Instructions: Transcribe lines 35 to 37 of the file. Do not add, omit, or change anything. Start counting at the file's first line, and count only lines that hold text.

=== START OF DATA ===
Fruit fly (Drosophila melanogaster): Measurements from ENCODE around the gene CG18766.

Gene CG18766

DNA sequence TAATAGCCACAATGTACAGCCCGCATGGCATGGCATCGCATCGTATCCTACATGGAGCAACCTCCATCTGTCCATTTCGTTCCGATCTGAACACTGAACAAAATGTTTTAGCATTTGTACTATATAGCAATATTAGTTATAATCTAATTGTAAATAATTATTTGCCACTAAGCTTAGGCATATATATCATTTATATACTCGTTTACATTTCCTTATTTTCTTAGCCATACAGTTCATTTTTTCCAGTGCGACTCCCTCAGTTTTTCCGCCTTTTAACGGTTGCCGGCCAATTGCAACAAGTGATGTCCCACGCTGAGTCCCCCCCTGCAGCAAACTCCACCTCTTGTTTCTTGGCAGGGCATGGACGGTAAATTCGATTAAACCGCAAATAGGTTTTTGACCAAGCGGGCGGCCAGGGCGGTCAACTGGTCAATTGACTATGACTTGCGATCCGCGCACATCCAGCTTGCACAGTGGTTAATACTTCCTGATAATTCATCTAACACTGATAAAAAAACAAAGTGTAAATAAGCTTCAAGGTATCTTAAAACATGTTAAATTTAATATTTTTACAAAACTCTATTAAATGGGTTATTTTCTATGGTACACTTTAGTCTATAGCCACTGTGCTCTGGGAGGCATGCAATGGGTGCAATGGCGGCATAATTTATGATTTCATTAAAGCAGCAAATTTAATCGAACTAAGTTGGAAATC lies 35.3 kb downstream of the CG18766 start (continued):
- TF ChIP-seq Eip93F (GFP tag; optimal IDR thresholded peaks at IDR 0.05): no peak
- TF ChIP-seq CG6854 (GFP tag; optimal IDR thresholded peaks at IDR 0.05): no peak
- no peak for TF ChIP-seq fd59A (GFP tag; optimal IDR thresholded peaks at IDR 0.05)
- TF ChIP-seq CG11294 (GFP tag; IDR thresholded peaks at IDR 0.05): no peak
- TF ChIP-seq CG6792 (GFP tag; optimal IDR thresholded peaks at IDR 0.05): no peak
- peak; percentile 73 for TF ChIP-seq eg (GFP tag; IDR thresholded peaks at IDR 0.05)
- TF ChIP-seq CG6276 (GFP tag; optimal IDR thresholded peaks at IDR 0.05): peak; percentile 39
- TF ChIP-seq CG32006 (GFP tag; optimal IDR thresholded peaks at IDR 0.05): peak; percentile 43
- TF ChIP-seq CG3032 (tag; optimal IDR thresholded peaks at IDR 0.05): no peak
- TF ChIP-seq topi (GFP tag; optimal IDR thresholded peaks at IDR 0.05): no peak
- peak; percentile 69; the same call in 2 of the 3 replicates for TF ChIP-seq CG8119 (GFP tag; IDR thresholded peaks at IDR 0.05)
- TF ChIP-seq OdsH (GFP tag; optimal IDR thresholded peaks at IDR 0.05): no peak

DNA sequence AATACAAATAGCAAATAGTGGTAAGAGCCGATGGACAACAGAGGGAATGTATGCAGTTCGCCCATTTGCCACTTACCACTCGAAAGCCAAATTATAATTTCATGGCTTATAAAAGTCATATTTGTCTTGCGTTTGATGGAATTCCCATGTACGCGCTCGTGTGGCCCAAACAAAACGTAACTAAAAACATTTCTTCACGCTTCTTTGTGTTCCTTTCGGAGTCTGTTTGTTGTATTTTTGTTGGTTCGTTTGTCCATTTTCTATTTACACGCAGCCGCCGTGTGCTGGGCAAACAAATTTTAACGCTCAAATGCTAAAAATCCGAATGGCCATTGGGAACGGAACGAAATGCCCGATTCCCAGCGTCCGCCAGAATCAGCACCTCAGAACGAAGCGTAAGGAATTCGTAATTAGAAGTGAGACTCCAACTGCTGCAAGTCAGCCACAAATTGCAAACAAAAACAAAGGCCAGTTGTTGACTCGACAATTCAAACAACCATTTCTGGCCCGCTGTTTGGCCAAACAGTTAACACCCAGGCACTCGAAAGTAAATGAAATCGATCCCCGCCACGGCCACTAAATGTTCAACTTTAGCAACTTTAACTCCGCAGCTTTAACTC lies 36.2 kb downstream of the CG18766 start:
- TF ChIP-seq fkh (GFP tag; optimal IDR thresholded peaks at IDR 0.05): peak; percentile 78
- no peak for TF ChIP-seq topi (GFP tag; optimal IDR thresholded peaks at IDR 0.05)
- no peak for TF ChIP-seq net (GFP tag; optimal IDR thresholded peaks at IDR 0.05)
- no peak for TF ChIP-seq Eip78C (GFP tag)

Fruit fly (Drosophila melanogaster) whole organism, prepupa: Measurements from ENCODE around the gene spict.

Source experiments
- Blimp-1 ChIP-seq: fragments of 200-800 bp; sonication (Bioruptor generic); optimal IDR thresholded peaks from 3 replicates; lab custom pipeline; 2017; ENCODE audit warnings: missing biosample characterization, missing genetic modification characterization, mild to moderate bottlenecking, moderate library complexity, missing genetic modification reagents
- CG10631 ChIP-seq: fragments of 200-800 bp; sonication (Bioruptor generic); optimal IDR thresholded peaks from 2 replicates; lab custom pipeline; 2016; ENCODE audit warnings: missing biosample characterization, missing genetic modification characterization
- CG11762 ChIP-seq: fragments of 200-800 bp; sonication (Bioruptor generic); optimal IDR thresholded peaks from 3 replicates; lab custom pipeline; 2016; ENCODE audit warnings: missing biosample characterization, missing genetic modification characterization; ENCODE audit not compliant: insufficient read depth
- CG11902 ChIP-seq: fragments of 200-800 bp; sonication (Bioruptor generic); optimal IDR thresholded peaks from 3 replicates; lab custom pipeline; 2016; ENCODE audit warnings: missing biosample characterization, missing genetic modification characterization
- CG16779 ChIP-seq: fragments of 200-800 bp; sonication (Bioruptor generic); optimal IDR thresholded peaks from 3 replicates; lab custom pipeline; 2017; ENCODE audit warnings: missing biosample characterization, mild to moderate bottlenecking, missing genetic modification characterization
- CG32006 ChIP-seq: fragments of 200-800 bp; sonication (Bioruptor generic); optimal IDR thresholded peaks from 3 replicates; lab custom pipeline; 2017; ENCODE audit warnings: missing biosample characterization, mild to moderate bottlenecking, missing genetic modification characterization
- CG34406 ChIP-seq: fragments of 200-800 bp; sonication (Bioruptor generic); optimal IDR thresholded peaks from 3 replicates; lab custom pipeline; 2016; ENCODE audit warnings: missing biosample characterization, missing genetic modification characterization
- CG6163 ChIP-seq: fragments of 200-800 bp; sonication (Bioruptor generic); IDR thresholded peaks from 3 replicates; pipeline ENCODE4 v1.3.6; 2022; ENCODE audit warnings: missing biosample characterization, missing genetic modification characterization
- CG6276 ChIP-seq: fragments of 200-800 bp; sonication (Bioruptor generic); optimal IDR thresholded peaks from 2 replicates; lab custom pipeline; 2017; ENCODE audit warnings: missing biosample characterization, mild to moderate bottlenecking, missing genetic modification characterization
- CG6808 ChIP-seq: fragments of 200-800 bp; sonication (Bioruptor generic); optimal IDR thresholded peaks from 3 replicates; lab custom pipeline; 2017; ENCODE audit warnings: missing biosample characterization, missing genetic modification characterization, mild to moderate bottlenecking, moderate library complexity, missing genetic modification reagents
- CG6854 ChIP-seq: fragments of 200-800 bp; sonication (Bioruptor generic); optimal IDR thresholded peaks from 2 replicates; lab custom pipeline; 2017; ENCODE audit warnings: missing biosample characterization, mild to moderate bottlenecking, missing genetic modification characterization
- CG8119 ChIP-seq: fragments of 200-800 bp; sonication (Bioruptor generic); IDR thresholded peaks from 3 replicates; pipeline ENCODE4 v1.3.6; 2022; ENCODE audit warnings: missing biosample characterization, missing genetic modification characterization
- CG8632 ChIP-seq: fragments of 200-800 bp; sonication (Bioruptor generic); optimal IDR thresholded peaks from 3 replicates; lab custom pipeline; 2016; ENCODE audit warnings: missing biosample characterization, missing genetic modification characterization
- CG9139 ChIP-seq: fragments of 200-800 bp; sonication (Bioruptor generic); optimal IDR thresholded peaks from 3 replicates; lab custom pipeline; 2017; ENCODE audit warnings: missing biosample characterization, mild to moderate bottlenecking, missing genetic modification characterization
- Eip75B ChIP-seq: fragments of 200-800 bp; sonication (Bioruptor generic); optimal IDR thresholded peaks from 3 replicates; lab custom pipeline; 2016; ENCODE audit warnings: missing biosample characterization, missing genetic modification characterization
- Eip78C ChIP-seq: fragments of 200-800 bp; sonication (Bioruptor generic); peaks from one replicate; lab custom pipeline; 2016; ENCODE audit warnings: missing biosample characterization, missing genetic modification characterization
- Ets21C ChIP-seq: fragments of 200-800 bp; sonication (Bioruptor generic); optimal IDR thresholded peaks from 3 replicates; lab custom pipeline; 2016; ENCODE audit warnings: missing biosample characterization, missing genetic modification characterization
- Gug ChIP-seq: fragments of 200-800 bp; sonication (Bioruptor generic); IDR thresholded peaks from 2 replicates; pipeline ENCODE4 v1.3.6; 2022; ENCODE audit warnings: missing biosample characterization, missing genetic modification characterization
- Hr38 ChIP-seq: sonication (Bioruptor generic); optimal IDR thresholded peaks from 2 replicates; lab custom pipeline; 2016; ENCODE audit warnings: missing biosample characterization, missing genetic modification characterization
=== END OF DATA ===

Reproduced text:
- CG8632 ChIP-seq: fragments of 200-800 bp; sonication (Bioruptor generic); optimal IDR thresholded peaks from 3 replicates; lab custom pipeline; 2016; ENCODE audit warnings: missing biosample characterization, missing genetic modification characterization
- CG9139 ChIP-seq: fragments of 200-800 bp; sonication (Bioruptor generic); optimal IDR thresholded peaks from 3 replicates; lab custom pipeline; 2017; ENCODE audit warnings: missing biosample characterization, mild to moderate bottlenecking, missing genetic modification characterization
- Eip75B ChIP-seq: fragments of 200-800 bp; sonication (Bioruptor generic); optimal IDR thresholded peaks from 3 replicates; lab custom pipeline; 2016; ENCODE audit warnings: missing biosample characterization, missing genetic modification characterization